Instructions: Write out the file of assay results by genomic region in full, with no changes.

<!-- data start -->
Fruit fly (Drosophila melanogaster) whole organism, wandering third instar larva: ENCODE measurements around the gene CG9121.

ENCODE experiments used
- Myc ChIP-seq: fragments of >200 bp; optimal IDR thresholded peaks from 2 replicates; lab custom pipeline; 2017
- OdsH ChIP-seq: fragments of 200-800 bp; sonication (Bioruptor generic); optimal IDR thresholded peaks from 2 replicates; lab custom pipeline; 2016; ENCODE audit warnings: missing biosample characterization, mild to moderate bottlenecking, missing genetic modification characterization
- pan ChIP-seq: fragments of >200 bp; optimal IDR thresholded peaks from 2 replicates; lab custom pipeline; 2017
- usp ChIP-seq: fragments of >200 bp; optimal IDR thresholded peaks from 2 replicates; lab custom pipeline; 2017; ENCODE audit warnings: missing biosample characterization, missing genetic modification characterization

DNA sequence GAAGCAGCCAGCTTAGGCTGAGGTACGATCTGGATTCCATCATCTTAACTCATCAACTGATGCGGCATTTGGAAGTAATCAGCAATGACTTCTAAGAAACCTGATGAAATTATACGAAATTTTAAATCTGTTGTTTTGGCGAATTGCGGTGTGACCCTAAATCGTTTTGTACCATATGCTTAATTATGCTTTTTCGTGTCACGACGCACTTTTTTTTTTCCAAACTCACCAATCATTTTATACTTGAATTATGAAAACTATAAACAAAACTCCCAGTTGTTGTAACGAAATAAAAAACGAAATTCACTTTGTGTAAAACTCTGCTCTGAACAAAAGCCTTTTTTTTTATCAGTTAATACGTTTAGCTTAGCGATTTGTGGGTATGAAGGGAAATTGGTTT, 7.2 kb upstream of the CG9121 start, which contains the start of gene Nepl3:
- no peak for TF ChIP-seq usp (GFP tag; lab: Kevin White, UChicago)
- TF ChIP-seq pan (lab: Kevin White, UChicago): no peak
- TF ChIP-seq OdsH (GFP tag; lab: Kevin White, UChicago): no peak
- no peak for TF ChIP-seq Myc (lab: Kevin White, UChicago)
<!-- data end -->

Fruit fly (Drosophila melanogaster) whole organism, wandering third instar larva: ENCODE measurements around the gene CG9121.

ENCODE experiments used
- Myc ChIP-seq: fragments of >200 bp; optimal IDR thresholded peaks from 2 replicates; lab custom pipeline; 2017
- OdsH ChIP-seq: fragments of 200-800 bp; sonication (Bioruptor generic); optimal IDR thresholded peaks from 2 replicates; lab custom pipeline; 2016; ENCODE audit warnings: missing biosample characterization, mild to moderate bottlenecking, missing genetic modification characterization
- pan ChIP-seq: fragments of >200 bp; optimal IDR thresholded peaks from 2 replicates; lab custom pipeline; 2017
- usp ChIP-seq: fragments of >200 bp; optimal IDR thresholded peaks from 2 replicates; lab custom pipeline; 2017; ENCODE audit warnings: missing biosample characterization, missing genetic modification characterization

DNA sequence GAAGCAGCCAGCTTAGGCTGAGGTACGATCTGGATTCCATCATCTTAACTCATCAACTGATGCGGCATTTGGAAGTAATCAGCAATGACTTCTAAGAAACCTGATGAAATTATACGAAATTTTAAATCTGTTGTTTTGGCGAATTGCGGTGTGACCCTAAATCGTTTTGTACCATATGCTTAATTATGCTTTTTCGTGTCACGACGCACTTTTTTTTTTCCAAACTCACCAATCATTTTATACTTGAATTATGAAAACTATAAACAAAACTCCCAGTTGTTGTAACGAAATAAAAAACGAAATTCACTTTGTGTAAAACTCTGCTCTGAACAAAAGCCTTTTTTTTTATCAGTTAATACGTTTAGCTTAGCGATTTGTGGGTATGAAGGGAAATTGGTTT, 7.2 kb upstream of the CG9121 start, which contains the start of gene Nepl3:
- no peak for TF ChIP-seq usp (GFP tag; lab: Kevin White, UChicago)
- TF ChIP-seq pan (lab: Kevin White, UChicago): no peak
- TF ChIP-seq OdsH (GFP tag; lab: Kevin White, UChicago): no peak
- no peak for TF ChIP-seq Myc (lab: Kevin White, UChicago)